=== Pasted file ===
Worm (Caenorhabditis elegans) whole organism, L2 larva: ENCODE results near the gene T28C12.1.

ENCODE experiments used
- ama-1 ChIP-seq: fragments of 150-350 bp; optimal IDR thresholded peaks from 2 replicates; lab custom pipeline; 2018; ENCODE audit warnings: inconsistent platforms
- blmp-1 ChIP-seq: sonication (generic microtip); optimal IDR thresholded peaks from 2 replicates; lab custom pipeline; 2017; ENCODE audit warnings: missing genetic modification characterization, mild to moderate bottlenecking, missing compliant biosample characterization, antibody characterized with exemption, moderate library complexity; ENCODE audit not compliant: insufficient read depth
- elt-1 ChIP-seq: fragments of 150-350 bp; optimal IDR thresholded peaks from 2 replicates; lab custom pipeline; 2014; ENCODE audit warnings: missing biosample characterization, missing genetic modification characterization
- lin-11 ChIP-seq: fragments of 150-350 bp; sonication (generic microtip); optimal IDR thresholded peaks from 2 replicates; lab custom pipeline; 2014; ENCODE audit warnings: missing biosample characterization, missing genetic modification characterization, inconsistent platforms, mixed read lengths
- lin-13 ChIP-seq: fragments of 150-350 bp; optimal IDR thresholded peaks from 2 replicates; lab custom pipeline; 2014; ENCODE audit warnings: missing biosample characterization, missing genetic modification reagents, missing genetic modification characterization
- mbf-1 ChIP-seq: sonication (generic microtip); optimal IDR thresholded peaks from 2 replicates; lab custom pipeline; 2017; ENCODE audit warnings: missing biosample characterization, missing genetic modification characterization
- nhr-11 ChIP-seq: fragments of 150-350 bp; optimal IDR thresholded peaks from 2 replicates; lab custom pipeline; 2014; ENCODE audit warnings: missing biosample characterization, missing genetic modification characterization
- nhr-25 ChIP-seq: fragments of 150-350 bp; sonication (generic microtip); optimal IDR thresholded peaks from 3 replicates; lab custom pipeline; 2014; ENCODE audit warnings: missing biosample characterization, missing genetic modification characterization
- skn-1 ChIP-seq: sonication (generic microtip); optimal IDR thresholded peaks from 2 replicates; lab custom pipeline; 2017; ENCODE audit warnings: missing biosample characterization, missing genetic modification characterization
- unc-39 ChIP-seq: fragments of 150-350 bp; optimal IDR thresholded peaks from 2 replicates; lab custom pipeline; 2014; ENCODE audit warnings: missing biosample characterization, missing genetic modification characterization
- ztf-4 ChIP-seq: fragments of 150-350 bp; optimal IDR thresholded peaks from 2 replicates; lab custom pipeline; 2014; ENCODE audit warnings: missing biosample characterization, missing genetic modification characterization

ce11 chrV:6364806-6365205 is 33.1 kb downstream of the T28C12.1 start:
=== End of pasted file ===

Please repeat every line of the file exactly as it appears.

Worm (Caenorhabditis elegans) whole organism, L2 larva: ENCODE results near the gene T28C12.1.

ENCODE experiments used
- ama-1 ChIP-seq: fragments of 150-350 bp; optimal IDR thresholded peaks from 2 replicates; lab custom pipeline; 2018; ENCODE audit warnings: inconsistent platforms
- blmp-1 ChIP-seq: sonication (generic microtip); optimal IDR thresholded peaks from 2 replicates; lab custom pipeline; 2017; ENCODE audit warnings: missing genetic modification characterization, mild to moderate bottlenecking, missing compliant biosample characterization, antibody characterized with exemption, moderate library complexity; ENCODE audit not compliant: insufficient read depth
- elt-1 ChIP-seq: fragments of 150-350 bp; optimal IDR thresholded peaks from 2 replicates; lab custom pipeline; 2014; ENCODE audit warnings: missing biosample characterization, missing genetic modification characterization
- lin-11 ChIP-seq: fragments of 150-350 bp; sonication (generic microtip); optimal IDR thresholded peaks from 2 replicates; lab custom pipeline; 2014; ENCODE audit warnings: missing biosample characterization, missing genetic modification characterization, inconsistent platforms, mixed read lengths
- lin-13 ChIP-seq: fragments of 150-350 bp; optimal IDR thresholded peaks from 2 replicates; lab custom pipeline; 2014; ENCODE audit warnings: missing biosample characterization, missing genetic modification reagents, missing genetic modification characterization
- mbf-1 ChIP-seq: sonication (generic microtip); optimal IDR thresholded peaks from 2 replicates; lab custom pipeline; 2017; ENCODE audit warnings: missing biosample characterization, missing genetic modification characterization
- nhr-11 ChIP-seq: fragments of 150-350 bp; optimal IDR thresholded peaks from 2 replicates; lab custom pipeline; 2014; ENCODE audit warnings: missing biosample characterization, missing genetic modification characterization
- nhr-25 ChIP-seq: fragments of 150-350 bp; sonication (generic microtip); optimal IDR thresholded peaks from 3 replicates; lab custom pipeline; 2014; ENCODE audit warnings: missing biosample characterization, missing genetic modification characterization
- skn-1 ChIP-seq: sonication (generic microtip); optimal IDR thresholded peaks from 2 replicates; lab custom pipeline; 2017; ENCODE audit warnings: missing biosample characterization, missing genetic modification characterization
- unc-39 ChIP-seq: fragments of 150-350 bp; optimal IDR thresholded peaks from 2 replicates; lab custom pipeline; 2014; ENCODE audit warnings: missing biosample characterization, missing genetic modification characterization
- ztf-4 ChIP-seq: fragments of 150-350 bp; optimal IDR thresholded peaks from 2 replicates; lab custom pipeline; 2014; ENCODE audit warnings: missing biosample characterization, missing genetic modification characterization

ce11 chrV:6364806-6365205 is 33.1 kb downstream of the T28C12.1 start: